All Fired Up
E-Galley provided by publisher via NetGalley.com. No remuneration was exchanged and all opinions presented herein are my own except as noted.
Her sweetest mistake . . .
Cool as a Chicago winter, private events planner Cara DeLuca is a model of self-control . . . until she meets the one temptation she can’t resist: Shane Doyle. The sexy, Irish pastry chef is too hot, too sure, too young, and after a crazy night in Vegas-her new husband. While at first Cara wants nothing more than a way out of her sham marriage to Shane, she soon finds that beneath his farm boy demeanor lies a man who can match her drive, both in and out of the bedroom. How can the wrong guy feel so deliciously right?
. . . Tastes so, so good
Shane has carefully structured his career and life around one goal: connecting with the family that doesn’t know he exists. Marrying a woman with more issues than a magazine stand wasn’t part of the plan, but melting Cara’s icy exterior is so worth the detour. Now as the annulment date nears and long-buried secrets are revealed, Shane will have to fight for the one thing guaranteeing the perfect life he craves . . . the current Mrs. Shane Doyle.
When I first started this book I had a hard time warming up to it. There were several conclusions predicated on premises to which the reader is not privy. I have several notes from the first few chapters that say, “WTF!”
But then they are revealed, layer by layer and I warmed up to it quite a bit. Once that happens the story moves along and the characters become more comprehensible and sympathetic.
Actually the characters become very sympathetic. The two love interests and main characters are each struggling with issues that have themselves added to the problems they have to overcome. Cara’s issues, needing control, not having enough of herself to spread around kept her from her mother’s bedside when she was recovering from cancer. You’ll need to read it to discover Shane’s several secrets.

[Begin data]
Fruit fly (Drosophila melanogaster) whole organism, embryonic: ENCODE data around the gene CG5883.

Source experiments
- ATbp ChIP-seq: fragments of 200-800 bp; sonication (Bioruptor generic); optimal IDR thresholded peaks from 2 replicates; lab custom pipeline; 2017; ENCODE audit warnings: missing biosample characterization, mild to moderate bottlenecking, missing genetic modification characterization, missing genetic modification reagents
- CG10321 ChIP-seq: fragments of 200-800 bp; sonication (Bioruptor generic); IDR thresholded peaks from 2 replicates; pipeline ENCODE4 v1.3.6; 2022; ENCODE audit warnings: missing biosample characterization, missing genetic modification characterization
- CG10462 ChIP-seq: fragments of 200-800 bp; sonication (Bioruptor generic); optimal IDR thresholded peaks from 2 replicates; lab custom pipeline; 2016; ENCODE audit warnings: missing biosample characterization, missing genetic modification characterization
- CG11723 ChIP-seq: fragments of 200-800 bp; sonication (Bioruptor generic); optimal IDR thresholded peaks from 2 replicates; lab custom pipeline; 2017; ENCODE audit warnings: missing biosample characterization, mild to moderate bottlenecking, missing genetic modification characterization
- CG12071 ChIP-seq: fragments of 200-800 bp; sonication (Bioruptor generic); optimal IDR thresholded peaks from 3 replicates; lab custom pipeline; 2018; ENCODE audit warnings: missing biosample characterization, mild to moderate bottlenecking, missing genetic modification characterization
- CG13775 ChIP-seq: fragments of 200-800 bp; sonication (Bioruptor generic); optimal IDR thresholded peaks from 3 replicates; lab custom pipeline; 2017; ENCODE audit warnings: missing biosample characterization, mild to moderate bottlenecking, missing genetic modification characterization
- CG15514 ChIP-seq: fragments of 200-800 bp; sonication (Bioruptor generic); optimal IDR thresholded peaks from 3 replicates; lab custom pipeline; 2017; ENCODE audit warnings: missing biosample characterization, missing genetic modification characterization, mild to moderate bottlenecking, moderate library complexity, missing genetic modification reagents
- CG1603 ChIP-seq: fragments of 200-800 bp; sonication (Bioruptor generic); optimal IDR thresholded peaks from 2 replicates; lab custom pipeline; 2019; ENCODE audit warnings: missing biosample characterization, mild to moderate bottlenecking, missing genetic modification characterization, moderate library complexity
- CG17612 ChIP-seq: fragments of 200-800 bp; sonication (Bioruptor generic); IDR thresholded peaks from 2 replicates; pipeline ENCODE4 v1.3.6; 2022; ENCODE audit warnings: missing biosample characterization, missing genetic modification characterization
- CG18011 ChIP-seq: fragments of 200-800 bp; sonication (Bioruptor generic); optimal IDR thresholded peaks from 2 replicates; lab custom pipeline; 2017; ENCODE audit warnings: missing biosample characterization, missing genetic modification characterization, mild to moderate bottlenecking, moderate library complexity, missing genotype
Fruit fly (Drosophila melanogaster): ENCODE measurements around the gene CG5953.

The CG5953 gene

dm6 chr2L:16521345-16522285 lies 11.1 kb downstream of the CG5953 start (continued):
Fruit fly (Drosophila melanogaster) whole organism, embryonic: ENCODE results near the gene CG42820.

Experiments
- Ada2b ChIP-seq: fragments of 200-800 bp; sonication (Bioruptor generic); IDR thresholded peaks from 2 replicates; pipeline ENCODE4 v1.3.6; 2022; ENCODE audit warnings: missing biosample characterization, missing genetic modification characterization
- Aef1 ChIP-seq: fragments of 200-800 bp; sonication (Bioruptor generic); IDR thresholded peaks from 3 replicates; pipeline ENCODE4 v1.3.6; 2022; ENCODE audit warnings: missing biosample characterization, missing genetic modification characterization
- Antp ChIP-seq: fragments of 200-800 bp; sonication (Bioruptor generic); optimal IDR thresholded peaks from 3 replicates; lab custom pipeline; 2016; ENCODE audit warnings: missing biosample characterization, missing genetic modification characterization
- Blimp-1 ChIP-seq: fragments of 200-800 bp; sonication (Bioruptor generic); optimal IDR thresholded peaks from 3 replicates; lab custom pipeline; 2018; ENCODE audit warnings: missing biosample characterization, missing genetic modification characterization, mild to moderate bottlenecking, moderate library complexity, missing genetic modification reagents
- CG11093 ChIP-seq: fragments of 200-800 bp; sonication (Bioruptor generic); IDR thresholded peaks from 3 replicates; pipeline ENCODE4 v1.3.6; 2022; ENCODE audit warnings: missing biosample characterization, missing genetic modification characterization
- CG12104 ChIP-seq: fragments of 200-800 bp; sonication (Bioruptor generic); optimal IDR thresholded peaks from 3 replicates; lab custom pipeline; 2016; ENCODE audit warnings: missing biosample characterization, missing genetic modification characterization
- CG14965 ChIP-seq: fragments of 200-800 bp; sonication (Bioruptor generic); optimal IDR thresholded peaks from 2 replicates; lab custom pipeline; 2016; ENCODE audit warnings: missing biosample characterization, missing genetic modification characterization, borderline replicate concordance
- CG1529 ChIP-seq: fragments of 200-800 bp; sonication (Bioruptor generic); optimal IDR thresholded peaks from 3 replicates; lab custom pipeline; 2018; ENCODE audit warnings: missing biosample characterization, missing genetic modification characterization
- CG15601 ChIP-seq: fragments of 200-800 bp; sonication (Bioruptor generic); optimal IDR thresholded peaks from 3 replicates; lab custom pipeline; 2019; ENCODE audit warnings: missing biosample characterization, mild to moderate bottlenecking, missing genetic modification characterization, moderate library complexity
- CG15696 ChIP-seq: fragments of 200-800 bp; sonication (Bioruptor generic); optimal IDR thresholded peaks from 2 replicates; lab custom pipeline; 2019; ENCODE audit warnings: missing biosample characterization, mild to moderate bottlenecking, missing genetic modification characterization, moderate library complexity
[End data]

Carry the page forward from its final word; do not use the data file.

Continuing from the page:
I felt Cara was sympathetic because her basic issues and their arising complications remind me of similar issues in my life. Her family is all about food, and she really isn’t as in to it as they are. This has translated to not feeling as if she belongs in her family. My family is very musical. Everyone sings and plays instruments. Except me. I don’t do anything with music; I don’t even listen to it much and when I do I am very lyrics driven.
This difference has made distance between us all. I just wasn’t like them and didn’t share their interests. So, yeah, I get Cara.
The story is so much more interesting when I can identify with it. And, I think there are enough issues between Cara and Shane for almost everyone to find something to identify with. What about you? Do you like to identify with characters or their issues; does it make the story more interesting?
The relationship develops pretty slowly and the resulting hook-ups are sporadic, and vanilla, as Cara discovers a new side to sex with the hot pastry chef (the side where the guy puts her need first). The sexual activity mirrors the rest of the relationship development. So, you might get as frustrated as Shane. This makes the story slow down a bit, and sometimes it dwells a little in sentimentality or Cara’s major issue, or Shane’s. I like slow food, but slow books tend to lose me.
Speaking of food, I would have liked there to be more involvement with food in the story. There’s not enough, specifically the sensual aspect of the fine restaurant experience, for the importance food takes in the lives of the characters.
Another issue, for me anyway, was a reliance on cultural stereotypes — specifically curvy, pasta-loving Italians and a charming, grinning Irish pastry chef. There’s nothing mean intended but it is there.
Overall though the story is pretty interesting, lust a little slow. I was occasionally restless during reading it. Good read for the beach, or on a vacation.